Brief 

Brett Smith examines how expert analysis solved three case studies which involved issues in placing concrete. “When there is a serious and unexpected problem with concrete, forensic experts with backgrounds in engineering and construction materials can use microscopy, chemical analysis and other methods to describe the mechanisms behind the damage,” Smith writes.

 

Insight

While every concrete structure demands maintenance every so often, sometimes this go-to construction material abruptly cracks, chips off, becomes discolored, corrodes or even fails to support crucial structures.

When there is a serious and unexpected problem with concrete, forensic experts with backgrounds in engineering and construction materials can use microscopy, chemical analysis and other methods to describe the mechanisms behind the damage.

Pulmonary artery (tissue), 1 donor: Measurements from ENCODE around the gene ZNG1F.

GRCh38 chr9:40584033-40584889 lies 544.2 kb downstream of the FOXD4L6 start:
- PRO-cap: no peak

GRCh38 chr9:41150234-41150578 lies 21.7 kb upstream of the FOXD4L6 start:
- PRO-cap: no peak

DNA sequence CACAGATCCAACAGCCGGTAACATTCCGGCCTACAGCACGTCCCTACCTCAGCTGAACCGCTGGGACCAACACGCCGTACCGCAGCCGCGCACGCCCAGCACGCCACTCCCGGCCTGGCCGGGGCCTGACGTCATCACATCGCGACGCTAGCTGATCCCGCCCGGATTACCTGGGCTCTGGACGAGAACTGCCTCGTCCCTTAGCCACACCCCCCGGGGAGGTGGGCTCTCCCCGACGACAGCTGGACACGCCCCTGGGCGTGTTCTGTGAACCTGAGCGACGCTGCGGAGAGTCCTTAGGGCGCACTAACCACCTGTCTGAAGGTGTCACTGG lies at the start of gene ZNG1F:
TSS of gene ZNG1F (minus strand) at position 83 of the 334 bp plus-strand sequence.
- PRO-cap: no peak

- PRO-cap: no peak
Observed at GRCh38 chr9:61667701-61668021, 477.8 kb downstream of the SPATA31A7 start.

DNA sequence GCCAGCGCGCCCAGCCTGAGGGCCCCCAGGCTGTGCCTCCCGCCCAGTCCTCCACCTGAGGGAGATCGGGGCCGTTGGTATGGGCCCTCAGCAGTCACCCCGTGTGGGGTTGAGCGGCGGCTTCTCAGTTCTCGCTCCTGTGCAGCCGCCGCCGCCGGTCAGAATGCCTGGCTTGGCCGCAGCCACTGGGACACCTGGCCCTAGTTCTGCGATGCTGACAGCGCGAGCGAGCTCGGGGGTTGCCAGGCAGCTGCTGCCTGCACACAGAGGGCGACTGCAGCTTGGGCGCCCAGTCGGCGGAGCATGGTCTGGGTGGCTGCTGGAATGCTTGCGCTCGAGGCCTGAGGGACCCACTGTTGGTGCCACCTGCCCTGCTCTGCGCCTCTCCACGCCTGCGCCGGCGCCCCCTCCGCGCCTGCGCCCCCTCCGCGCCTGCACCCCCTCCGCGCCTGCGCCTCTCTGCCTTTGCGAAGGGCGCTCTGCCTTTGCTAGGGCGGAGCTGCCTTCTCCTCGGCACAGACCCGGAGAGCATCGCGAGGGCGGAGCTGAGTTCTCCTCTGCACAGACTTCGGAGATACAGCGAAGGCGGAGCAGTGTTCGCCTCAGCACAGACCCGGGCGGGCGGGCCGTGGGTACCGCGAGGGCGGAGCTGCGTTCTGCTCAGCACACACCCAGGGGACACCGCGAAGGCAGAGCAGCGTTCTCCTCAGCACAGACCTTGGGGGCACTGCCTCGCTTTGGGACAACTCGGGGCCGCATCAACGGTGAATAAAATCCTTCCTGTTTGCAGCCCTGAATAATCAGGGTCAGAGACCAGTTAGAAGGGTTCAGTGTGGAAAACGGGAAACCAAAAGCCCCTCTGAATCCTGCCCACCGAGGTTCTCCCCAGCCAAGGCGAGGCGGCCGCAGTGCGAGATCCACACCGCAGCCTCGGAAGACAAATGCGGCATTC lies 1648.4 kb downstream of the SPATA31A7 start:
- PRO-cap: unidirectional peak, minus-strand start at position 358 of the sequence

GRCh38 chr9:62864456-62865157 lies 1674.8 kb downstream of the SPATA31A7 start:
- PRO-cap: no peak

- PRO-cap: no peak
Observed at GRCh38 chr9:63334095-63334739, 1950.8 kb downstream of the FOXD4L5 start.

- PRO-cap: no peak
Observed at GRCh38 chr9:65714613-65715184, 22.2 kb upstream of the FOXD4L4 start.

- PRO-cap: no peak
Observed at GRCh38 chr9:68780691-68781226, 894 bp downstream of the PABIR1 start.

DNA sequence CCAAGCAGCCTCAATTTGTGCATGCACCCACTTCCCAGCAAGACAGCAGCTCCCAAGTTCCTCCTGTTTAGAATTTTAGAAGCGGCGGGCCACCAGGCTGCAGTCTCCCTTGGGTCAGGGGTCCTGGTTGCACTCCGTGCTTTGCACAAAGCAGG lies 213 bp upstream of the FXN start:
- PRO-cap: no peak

Find Out More About Chemical Analysis

Their analyses may identify bad elements in the concrete mix, mistakes from contractors, contaminants or various other factors that have negatively impacted integrity and/or appearance. The findings of these investigations can be used to address the problem, prevent it later on, or identify a liable party.

How Concrete is Made
To understand the work of a concrete forensic investigator, it helps to know how concrete is made.

First, cement powder is mixed with small rocks and sand, which is known as aggregate. Next, the dry materials are mixed with water, which turns the cement powder into a glue-like substance that binds the aggregate. Eventually, the entire mix hardens into the familiar rocklike material we know as concrete.

 

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